Lesson from a Child: Memories truly are the key to immortality


My Muse has been on an unscheduled sabbatical. For the second time, I pushed myself through a post because I felt I should write one, or I was supposed to write one — instead of writing a post that was inspired by a priceless moment between Older Dad and Younger Child.
Fortunately, I put that one on ice, where it belonged.
One of those priceless moments just happened. These occasions come upon a parent in a flash, often inspired by unexpected sources or events. For me, it can be (and usually is) a handful of light snatched from time itself.
We were headed to her weekly (Saturday morning) swim lesson at the Y. NPR on the radio generated an undercurrent of sound; the young child was describing grandiose plans for her Mother’s upcoming birthday. My little party planner was in overdrive.
My thoughts were somewhere between the radio and her chatter. So much has happened in our family lately — pain, sorrow, trying to describe major disturbances and their lasting effects on our family and the feelings that will never quite go away about losing an extremely close loved one.
A lot has happened that each of us is trying to understand and reach a sense of peace and acceptance with.
Again, how do you explain to a 6-year-old, in a way she can understand, that she will never see a favorite Uncle again? How can this child help process the grief she can’t be expected to truly grasp?
We pull into the Y parking lot and I tried to shut my brain off. The radio is still on. The host is interviewing a man who is credited with playing the first Beatles record in the United States!
I’ve always loved the Beatles. Their music truly spans generations, and continues to inspire new fans every day.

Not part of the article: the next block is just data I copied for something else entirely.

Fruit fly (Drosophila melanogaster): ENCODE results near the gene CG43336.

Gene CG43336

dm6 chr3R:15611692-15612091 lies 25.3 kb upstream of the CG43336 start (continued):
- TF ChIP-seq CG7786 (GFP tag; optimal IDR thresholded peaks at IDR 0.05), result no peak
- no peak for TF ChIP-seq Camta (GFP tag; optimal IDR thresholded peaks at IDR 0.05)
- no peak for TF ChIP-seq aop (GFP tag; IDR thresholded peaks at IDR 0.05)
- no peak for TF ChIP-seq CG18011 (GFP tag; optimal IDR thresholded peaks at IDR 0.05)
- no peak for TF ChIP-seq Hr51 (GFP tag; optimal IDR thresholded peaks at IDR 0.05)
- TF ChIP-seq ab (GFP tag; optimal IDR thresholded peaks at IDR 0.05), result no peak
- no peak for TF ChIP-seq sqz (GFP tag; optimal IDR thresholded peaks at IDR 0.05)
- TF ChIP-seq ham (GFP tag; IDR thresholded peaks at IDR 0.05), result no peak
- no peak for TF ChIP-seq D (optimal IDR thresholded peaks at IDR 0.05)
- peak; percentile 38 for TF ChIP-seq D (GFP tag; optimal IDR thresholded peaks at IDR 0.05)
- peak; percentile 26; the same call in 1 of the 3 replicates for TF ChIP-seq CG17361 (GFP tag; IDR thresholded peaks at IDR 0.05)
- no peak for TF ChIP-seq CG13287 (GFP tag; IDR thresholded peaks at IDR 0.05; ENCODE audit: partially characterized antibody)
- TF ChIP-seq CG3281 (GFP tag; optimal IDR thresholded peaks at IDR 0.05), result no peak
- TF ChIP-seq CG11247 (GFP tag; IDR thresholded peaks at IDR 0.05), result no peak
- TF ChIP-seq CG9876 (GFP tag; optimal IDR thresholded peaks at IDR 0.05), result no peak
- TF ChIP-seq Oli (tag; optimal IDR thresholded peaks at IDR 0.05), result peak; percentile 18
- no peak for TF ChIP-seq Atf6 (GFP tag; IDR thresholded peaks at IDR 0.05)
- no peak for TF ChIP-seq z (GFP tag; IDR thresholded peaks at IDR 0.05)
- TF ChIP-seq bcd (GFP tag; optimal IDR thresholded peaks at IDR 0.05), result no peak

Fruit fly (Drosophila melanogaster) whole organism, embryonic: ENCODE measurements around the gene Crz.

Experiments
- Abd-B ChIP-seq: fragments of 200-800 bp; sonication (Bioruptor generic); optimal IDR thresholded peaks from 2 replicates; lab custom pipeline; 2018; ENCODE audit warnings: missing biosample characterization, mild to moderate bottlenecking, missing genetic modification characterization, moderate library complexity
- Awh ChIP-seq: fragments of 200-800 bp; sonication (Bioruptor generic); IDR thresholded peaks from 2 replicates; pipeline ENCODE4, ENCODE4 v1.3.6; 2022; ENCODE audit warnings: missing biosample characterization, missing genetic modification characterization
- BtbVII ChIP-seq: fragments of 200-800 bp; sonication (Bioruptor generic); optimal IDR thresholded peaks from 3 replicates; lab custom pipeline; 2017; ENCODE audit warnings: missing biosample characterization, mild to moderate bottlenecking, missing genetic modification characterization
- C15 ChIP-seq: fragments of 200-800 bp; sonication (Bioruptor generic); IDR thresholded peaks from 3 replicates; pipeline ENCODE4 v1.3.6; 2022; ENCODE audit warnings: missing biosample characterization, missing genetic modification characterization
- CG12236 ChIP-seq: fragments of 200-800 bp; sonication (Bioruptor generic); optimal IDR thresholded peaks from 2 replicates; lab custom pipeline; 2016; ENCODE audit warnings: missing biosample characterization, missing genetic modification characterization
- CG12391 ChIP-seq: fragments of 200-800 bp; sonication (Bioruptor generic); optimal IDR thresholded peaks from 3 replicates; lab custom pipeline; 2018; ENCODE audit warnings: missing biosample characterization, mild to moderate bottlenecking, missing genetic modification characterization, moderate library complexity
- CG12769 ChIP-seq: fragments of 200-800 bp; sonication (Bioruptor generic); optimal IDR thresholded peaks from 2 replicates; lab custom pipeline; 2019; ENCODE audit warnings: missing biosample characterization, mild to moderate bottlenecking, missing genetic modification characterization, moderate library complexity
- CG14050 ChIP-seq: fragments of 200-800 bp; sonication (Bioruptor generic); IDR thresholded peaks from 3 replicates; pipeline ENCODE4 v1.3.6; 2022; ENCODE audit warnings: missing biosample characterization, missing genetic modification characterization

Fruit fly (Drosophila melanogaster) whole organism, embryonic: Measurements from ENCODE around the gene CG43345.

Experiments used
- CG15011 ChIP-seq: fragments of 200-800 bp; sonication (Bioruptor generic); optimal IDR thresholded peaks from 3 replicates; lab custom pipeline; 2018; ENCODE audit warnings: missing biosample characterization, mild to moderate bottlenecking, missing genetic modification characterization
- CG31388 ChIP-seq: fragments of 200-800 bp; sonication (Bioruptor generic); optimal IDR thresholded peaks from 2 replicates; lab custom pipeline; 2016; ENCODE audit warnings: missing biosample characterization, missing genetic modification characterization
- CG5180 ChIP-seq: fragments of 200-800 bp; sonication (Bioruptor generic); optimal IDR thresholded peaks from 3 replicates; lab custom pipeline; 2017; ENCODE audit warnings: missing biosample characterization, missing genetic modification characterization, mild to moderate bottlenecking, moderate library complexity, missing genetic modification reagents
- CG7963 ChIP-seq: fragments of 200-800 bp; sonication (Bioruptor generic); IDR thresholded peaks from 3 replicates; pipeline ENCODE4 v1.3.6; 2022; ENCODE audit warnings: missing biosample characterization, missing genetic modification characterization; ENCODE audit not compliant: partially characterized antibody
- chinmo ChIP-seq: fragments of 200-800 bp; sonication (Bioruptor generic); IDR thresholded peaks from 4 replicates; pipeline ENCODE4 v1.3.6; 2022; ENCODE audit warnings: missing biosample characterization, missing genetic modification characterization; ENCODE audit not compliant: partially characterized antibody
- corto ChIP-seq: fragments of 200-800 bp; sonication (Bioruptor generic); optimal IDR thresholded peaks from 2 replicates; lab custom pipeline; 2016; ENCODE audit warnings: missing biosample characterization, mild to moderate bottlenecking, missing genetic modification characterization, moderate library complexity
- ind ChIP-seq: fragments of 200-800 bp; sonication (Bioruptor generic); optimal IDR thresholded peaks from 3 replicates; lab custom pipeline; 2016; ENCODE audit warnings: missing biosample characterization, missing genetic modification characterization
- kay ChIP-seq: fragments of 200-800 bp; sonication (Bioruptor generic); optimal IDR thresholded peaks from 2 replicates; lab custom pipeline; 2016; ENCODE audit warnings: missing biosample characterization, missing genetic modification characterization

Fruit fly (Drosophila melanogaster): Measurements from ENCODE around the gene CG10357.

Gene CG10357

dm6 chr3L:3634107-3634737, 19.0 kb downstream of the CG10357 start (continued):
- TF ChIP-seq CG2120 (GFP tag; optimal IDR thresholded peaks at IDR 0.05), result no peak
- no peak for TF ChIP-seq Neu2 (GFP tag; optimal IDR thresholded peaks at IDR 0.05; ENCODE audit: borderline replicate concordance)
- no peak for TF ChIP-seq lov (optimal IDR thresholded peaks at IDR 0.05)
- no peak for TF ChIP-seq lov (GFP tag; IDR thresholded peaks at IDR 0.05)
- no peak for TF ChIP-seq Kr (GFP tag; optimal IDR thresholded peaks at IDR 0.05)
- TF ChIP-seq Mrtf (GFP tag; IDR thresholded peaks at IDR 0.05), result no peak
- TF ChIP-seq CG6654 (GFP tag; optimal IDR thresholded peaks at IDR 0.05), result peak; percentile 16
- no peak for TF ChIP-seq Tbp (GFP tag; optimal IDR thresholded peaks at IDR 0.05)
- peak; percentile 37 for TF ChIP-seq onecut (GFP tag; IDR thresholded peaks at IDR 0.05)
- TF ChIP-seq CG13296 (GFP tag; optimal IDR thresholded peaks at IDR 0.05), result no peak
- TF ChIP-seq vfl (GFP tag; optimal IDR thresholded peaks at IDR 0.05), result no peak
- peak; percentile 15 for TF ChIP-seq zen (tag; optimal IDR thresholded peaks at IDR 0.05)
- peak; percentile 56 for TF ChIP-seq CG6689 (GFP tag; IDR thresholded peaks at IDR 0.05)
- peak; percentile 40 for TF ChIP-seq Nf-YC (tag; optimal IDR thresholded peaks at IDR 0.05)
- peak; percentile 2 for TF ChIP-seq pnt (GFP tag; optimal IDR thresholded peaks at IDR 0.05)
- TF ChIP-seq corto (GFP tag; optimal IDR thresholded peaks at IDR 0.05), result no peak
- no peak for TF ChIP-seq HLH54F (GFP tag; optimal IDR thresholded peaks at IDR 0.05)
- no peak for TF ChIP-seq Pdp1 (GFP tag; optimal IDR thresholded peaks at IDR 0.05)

Anyway, the one snippet I grabbed was that this man (I didn’t catch his name) played the first record in February 1963. I’m guessing it might have been Love Me Do, but don’t quote me on that.
He was recalling the details. I shut off the car.
“What was that man talking about, Daddy?”
I told her he was the first person in America to play music from a great and famous band.
“When did that happen?”
“1963? Is he still alive?”
Well of course, I thought to myself. That was him talking on the radio, wasn’t it? Then I realized she hadn’t actually heard him.
“Of course he’s still alive. That was him on the radio.”
“That was a long time ago, wasn’t it? Were you alive then?”
I told her I was 5 years old in 1963.
She was silent. I could tell she was processing this.
“Daddy, I love it when you tell me stories about yourself, and learning stuff about you.
“When I have grandchildren, I’m going to tell them all about you.”
“That’s wonderful — that’s how you will keep me alive. That’s how people truly live forever.
Äs long as you live in someone’s memory, that memory keeps you alive.”
I resisted the urge to push the point further. Thee was no need to.
She was saying — consciously or unconsciously — that she was beginning to understand …
There was no need to elaborate.
This whole conversation took less than a minute, the time it took us to walk from the car to the front door of the Y.
Little did she realize that her words would always stay with me: a reminder of my own mortality — and immortality.